Figure 4. Metabolic pathways requiring NAD stratified according to the COVID-19 severity are represented by the (a) conversion of cortisol into cortisone via 11βHSD; (b) conversion of α-ketoglutarate to succinate via OGDC; and (c) production of LDH (estimated by the conversion of pyruvate into lactate). Abbreviations: 11βHSD: 11β-hydroxysteroid dehydrogenase; LDH: lactate dehydrogenase; NAD: nicotinamide adenine dinucleotide; OGDC: 2-oxoglutarate decarboxylase; Succ-CoA: succinyl-CoA. * p ≤ 0.05, ** p ≤ 0.01, *** p ≤ 0.001.
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Figure 5. Clinical and laboratory correlates with metabolomics. Correlation plots illustrate Pearson correlations between plasma biomarkers (after log transformation) and clinical/laboratory parameters. Positive statistical significant correlations are shown in red circles and negative statistical significant correlations are shown in blue circles. The circle size represents the magnitude of the individual correlation. Abbreviations: AA: anthranillic acid; aKA: α-ketoglutarate; BP: blood pressure; Cer: ceramide; CRP: C-reactive protein; E: cortisone; F: cortisol, GAP: days from first symptom until inclusion; HexCer: hexosylceramide; 3OHKyn: 3-hydroxykynurenine; IL6: interleukin 6; KA: kynurenic acid; Kyn: kynurenine; LA: lactate; LDH: lactate dehydrogenase; Leuk: leukocytes; Lymph: lymphocytes; NAM: nicotinamide; NicA: nicotinic acid; PCT: plateletcrit; PyA: pyruvic acid; SA: succinic acid; Trp: tryptophan.
Figure 5. Clinical and laboratory correlates with metabolomics. Correlation plots illustrate Pearson correlations between plasma biomarkers (after log transformation) and clinical/laboratory parameters. Positive statistical significant correlations are shown in red circles and negative statistical significant correlations are shown in blue circles. The circle size represents the magnitude of the individual correlation. Abbreviations: AA: anthranillic acid; aKA: α-ketoglutarate; BP: blood pressure; Cer: ceramide; CRP: C-reactive protein; E: cortisone; F: cortisol, GAP: days from first symptom until inclusion; HexCer: hexosylceramide; 3OHKyn: 3-hydroxykynurenine; IL6: interleukin 6; KA: kynurenic acid; Kyn: kynurenine; LA: lactate; LDH: lactate dehydrogenase; Leuk: leukocytes; Lymph: lymphocytes; NAM: nicotinamide; NicA: nicotinic acid; PCT: plateletcrit; PyA: pyruvic acid; SA: succinic acid; Trp: tryptophan.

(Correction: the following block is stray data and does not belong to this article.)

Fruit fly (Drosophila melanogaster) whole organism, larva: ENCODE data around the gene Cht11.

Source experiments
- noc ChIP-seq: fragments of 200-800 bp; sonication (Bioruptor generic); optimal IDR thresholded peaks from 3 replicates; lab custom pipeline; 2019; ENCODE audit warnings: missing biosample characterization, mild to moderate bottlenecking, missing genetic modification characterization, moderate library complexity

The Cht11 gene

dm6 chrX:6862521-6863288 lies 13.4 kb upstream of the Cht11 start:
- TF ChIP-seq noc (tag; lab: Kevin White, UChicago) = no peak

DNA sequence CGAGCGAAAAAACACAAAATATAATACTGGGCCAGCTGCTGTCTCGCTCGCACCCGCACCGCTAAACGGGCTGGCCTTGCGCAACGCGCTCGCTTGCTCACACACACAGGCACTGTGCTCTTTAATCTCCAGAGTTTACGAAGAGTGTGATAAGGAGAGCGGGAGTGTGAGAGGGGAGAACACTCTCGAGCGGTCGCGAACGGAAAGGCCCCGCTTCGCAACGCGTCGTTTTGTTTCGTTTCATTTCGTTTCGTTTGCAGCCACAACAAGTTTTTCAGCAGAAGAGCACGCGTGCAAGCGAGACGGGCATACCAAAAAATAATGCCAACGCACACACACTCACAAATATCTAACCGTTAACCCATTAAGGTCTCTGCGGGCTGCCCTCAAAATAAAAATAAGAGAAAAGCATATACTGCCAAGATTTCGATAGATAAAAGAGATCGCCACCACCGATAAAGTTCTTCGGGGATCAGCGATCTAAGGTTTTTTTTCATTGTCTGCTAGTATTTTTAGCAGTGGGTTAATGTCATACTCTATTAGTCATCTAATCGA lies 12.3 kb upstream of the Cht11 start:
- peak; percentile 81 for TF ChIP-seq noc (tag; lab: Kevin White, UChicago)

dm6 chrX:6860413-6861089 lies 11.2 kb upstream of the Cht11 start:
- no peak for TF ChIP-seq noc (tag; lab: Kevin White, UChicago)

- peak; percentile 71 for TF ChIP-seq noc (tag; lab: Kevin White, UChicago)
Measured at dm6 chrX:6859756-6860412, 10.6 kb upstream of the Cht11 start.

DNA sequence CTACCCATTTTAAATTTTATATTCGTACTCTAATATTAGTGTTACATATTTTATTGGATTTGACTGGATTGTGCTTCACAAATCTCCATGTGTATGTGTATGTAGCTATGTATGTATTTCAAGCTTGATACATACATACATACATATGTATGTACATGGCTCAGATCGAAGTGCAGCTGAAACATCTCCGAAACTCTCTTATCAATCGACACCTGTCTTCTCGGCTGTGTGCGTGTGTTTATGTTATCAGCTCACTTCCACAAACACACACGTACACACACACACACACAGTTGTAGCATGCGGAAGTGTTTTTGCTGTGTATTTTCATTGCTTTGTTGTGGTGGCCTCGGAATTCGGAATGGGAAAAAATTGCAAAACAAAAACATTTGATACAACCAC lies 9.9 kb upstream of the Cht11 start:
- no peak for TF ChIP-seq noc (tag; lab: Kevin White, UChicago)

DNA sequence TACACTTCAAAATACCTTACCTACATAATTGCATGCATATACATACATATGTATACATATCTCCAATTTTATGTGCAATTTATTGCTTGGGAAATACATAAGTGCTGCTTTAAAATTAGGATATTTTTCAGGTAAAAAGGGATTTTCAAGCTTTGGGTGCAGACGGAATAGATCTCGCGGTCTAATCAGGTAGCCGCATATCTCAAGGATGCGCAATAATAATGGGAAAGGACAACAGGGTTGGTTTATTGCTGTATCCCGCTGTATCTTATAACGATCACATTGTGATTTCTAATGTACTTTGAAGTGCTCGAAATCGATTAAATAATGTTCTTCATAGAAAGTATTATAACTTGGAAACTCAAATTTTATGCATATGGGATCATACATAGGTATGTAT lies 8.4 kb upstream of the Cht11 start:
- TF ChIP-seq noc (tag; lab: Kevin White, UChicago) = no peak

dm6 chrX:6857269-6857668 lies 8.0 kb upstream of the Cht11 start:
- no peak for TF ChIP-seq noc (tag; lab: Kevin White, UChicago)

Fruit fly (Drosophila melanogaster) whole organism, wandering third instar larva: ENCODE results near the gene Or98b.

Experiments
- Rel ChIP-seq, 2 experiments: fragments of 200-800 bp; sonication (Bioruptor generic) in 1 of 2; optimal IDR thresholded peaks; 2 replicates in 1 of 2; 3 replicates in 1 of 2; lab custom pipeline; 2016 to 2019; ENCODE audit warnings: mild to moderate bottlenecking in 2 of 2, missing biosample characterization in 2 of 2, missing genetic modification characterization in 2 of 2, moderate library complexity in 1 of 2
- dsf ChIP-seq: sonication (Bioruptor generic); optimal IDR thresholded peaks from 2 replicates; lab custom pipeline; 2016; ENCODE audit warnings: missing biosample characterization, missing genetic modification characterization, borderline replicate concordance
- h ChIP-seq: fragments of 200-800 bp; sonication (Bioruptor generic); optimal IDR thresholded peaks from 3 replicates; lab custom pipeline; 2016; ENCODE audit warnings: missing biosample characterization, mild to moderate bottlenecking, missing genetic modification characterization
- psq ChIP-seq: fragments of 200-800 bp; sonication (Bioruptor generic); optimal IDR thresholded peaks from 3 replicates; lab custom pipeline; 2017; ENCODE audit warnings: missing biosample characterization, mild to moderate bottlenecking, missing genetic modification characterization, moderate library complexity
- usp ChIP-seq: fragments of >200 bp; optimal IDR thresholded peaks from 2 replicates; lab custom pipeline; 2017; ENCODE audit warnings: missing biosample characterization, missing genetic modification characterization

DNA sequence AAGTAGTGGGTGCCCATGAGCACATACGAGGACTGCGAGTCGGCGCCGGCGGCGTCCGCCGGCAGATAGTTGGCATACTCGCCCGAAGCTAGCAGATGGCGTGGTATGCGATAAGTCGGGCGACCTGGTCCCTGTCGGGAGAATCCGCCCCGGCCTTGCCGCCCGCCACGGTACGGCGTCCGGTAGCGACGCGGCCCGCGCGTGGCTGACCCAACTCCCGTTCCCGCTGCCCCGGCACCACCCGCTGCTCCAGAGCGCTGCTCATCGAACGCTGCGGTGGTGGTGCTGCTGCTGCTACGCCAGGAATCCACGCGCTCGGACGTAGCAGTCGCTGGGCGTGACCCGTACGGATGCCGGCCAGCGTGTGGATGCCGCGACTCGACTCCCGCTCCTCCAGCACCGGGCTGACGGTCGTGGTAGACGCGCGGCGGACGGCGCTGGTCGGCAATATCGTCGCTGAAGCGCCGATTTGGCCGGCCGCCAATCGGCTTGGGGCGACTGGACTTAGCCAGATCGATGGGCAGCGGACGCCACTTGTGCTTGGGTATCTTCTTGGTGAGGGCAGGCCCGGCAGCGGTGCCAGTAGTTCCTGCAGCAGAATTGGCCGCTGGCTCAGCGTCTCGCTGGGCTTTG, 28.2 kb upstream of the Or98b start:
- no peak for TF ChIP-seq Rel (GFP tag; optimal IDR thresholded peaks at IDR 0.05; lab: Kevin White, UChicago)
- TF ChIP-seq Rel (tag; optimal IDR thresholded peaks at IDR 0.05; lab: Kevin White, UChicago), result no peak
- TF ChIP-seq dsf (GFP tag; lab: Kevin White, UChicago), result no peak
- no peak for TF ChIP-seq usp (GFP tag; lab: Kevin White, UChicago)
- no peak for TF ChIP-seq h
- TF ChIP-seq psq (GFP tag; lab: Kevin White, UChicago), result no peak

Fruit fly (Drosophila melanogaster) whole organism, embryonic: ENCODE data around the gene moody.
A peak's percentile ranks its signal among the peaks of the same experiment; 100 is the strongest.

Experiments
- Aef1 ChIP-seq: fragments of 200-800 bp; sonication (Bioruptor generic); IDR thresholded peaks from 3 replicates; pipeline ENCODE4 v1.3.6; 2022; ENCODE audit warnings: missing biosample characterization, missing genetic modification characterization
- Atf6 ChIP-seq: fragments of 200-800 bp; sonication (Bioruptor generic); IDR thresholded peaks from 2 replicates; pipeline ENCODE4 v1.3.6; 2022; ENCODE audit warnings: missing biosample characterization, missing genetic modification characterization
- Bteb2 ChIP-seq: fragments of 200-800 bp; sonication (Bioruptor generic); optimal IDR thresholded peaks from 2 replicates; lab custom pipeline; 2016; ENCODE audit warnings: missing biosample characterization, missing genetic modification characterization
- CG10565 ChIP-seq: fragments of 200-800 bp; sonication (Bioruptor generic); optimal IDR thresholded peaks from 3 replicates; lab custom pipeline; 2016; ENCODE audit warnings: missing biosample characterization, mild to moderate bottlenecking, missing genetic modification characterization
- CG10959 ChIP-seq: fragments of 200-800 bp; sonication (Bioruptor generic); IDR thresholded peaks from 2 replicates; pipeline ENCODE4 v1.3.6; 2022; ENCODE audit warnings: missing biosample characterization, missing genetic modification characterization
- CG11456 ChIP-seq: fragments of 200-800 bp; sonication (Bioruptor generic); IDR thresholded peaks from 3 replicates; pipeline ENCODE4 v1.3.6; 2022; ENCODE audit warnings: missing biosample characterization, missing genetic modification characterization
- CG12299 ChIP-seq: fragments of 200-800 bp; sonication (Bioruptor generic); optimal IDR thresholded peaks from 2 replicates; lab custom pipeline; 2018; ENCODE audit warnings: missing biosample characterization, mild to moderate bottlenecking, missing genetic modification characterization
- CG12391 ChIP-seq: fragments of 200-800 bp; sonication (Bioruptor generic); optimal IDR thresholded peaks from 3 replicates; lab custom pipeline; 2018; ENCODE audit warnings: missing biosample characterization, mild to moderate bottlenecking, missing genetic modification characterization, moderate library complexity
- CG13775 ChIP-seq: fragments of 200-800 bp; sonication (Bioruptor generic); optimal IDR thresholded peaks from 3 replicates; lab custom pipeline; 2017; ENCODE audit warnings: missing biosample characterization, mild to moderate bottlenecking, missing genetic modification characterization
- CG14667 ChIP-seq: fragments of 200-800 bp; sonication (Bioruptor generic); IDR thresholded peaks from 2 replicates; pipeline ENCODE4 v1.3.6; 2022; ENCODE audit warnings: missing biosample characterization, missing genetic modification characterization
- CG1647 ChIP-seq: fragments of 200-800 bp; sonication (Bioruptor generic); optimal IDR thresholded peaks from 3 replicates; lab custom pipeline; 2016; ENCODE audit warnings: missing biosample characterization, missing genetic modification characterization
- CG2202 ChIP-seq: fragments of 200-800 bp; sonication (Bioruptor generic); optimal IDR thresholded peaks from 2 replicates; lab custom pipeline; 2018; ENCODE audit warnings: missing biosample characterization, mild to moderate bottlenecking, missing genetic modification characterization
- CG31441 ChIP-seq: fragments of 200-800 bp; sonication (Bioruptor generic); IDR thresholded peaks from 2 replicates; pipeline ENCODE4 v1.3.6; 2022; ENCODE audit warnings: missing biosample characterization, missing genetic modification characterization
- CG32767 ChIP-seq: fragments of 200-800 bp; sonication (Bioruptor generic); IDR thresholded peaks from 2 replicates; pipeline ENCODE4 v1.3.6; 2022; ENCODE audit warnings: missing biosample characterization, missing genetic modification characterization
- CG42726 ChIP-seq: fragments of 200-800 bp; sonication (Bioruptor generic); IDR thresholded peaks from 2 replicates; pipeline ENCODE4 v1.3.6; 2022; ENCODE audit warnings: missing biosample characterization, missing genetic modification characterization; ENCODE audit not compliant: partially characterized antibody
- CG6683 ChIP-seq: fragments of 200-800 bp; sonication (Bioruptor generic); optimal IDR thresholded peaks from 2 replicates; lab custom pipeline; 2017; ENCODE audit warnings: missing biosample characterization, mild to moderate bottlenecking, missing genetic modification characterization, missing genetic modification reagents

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Table 1. Characteristics of hospitalized COVID-19 patients included in the study by severity.
Table 1. Characteristics of hospitalized COVID-19 patients included in the study by severity.
All Patients (N = 49)Moderate (N = 13)Severe (N = 10)Critical (N = 26)
Demographics
Age, years55 (14)51 (18)50 (14)59 (10)
Gender, male n (%)24 (49)7 (53.8)5 (50)12 (46.2)
Body mass index, Kg/m230 (7)25 (6)27 (4)32 (7)
APACHE II score a13 (6)6 (3)11 (5) b16 (6) b,c
Chronic comorbidities n (%)28 (57.1)4 (30.8)6 (60)18 (69.2)
Chronic lung disease5 (10.2)1 (7.7)3 (30)1 (3.8)
 Asthma1 (2)0 (0)1 (10)0 (0)
 COPD3 (6.1)1 (7.7)1 (10)1 (3.8)
Cardiovascular disease
Coronary artery disease
21 (42.9)3 (23.1)3 (30)15 (57.7)
1 (2)1 (7.7)0 (0)0 (0)
 Hypertension21 (42.9)3 (23.1)3 (30)15 (57.7)
 Atrial fibrillation1 (2)0 (0)0 (0)1 (3.8)
Other medical conditions
 Immunosuppression3 (6.1)0 (0)1 (10)2 (7.7)
 Alcoholism7 (14.3)3 (23.1)1 (10)3 (11.5)
 Current or former smoker9 (18.4)2 (15.4)1 (10)6 (23.1)
 Dyslipidemia11 (22.4)1 (7.7)2 (20)8 (30.8)
 Diabetes mellitus10 (20.4)1 (7.7)2 (20)7 (26.9)
 Liver disease1 (2)1 (7.7)0 (0)0 (0)
 Chronic renal failure3 (6.1)0 (0)0 (0)3 (11.5)
 Hematological malignancies1 (2)1 (7.7)0 (0)0 (0)
 Solid tumor3 (6.1)1 (7.7)1 (10)1 (3.8)
 Hypothyroidism3 (6.1)1 (7.7)0 (0)2 (7.7)
 Obesity a19 (38.8)2 (15.4)2 (20)15 (57.7) b,c